Talent Themes for Community Coordinators

The task of identifying natural communites in a huge company is challenging and managers who lead these initiatives find the task of seeding strategically important communities easier. Good leadership does help top-down communities to flourish….However are there a set of traitsthat good community leaders possess(apart from facilitation)? Can these skills be acquired or do these traits have dimensions that cannot be taught…I was reading “Now Discover Your Strengths” by Marcus Buckingham & Donald Clifton in which they speak about 34 themes of talent. I have been wondering if there are themes of talent that we may find across a subset of good community coordinators…The techniques applied in the book to arrive at this frameowrk are pretty rigourous and convincing…I quickly scanned through the 34 talent themes(http://gmj.gallup.com/book_center/strengthsfinder/) and my feeling is that the following themes seem to be important for community coordinators:(Theme descriptions borrowed from the gallup site)1.Connectedness:People strong in the Connectedness theme have faith in the links between all things. They believe there are fewcoincidences and that almost every event has a reason.2.Includer:People strong in the Includer theme are accepting of others. They show awareness of those who feel left out, and make an effort to include them. 3.Maximizer:People strong in the Maximizer theme focus on strengths as a way to stimulate personal and group excellence. They seek to transform something strong into something superb.4.Relator:People who are strong in the Relator theme enjoy close relationships with others. They find deep satisfaction in working hard with friends to achieve a goal.5.Woo:People strong in the Woo theme love the challenge of meeting new people and winning them over. They derive satisfaction from breaking the ice and making a connection withanother person.Im sure that there would be tremendous interplay between these themes and others…But then the authors suggests that a theme like “Woo” which I guess is absolutely important for a community coordinator cannot be really learnt…May be someone who does not have the Wootheme may become a little better at it after some training but then if his brain is not wired for it(if it is not one of his top five themes)…he may never be able to Woo new community members…This was my post in the com-prac yahoo groups initially….and this is what John Smith of Learning Alliances had to say :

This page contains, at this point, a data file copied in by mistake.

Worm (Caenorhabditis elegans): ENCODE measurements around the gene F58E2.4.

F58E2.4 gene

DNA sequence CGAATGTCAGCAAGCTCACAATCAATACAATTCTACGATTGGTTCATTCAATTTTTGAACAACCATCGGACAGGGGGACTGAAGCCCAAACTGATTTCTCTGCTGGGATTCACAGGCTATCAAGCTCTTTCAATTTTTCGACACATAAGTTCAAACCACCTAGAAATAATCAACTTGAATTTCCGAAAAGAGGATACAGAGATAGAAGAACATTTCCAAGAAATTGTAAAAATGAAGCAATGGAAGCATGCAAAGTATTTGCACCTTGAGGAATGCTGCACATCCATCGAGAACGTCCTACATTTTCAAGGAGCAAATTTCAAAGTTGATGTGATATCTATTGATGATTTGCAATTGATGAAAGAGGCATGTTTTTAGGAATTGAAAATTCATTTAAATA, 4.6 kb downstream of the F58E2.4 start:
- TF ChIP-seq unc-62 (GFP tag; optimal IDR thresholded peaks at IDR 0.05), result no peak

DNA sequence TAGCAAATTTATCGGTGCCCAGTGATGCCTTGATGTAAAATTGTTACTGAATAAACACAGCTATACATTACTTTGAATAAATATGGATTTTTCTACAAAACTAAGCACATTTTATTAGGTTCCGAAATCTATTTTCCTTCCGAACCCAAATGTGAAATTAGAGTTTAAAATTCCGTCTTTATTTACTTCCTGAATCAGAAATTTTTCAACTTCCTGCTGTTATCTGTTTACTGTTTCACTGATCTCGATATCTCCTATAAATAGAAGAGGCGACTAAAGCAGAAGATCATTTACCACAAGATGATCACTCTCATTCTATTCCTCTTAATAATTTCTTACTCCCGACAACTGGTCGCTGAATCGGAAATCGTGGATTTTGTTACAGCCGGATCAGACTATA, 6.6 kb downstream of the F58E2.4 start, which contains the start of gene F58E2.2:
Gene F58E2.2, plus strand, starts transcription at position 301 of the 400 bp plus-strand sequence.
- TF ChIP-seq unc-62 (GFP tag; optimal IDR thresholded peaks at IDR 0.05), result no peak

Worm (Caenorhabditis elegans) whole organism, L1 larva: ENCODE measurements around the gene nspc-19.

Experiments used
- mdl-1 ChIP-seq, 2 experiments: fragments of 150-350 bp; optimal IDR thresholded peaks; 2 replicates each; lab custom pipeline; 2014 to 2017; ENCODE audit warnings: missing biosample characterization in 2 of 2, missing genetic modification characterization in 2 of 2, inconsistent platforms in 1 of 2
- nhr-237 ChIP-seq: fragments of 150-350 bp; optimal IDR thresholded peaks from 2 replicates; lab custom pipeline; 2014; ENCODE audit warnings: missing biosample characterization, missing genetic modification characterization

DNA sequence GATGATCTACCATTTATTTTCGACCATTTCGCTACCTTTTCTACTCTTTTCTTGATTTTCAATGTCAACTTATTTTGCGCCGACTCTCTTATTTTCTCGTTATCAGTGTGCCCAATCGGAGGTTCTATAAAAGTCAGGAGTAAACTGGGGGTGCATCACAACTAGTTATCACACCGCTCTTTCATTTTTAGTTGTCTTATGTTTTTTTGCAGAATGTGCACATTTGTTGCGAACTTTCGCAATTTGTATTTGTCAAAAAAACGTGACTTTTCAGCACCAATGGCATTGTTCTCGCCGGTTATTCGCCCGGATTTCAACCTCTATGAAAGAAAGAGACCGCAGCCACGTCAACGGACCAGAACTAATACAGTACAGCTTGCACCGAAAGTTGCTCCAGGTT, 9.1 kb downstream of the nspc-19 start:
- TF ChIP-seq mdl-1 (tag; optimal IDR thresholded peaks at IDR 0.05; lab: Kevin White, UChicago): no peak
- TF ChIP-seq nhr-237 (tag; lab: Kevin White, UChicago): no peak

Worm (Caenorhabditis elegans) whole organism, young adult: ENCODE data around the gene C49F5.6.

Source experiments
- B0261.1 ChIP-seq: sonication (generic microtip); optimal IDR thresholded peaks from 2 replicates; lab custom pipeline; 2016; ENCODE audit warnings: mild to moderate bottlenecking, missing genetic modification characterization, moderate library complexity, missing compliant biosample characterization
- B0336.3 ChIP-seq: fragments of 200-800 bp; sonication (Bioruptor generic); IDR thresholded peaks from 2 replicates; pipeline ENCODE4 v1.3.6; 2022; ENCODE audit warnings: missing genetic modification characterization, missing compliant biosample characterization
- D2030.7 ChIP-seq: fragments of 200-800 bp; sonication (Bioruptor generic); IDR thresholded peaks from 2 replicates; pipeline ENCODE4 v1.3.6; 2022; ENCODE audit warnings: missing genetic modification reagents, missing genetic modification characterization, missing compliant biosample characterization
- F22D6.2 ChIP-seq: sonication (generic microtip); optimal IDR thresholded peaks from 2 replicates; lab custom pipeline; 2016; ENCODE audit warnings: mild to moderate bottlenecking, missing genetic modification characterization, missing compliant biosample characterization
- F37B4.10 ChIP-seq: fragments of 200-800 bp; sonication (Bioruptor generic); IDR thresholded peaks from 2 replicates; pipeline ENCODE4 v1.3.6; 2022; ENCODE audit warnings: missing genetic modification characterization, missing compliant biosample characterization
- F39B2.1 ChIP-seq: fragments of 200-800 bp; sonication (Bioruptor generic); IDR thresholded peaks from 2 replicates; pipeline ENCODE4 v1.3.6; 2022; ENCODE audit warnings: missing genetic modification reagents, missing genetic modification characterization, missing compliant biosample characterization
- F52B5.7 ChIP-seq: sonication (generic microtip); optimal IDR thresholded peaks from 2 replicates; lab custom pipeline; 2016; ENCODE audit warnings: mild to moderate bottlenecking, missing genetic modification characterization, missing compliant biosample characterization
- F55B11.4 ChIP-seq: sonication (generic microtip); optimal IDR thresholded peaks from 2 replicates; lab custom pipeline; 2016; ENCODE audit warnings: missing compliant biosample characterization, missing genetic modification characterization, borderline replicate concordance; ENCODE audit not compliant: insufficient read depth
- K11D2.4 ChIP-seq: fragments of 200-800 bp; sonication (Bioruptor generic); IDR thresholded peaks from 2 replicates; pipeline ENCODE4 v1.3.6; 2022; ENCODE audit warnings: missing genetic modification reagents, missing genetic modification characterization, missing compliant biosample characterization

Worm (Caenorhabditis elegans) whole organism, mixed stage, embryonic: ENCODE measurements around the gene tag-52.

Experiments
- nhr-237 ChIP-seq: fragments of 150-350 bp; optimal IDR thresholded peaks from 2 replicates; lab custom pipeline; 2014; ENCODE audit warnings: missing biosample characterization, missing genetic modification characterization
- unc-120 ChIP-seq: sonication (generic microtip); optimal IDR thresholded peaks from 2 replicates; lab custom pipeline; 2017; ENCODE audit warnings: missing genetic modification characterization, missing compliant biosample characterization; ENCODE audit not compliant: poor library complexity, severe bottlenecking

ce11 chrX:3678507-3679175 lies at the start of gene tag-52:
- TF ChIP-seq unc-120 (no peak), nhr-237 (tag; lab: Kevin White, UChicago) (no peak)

“* an attribution problem. We may all want to woo, for example, but situations conspire to prevent it, making us clumsy and ineffective.We repel those we seek to woo and don’t know wny. Telling the difference between a person’s “intention” and “their situation” is messy,situated, learned, etc. see: Catherine Durnell Cramton, “Attribution in DistributedWork Groups”, chapter 8, pp 191-212 in Hinds, Pamela J. and Sara Kiesler.Distributed Work. Cambridge, MA: MIT Press, 2002.* the other hot-button word in your post is “after some training”. Which would bring up the idea that WATCHING how someone woos new members into a community maybe the only way to learn to do it. That might mean participating in a community of practice. Somehow a series of instructional bullets about how to do it (e.g., you discuss the benefits before talking about costs, or something), seems, well, not wooing enough!”

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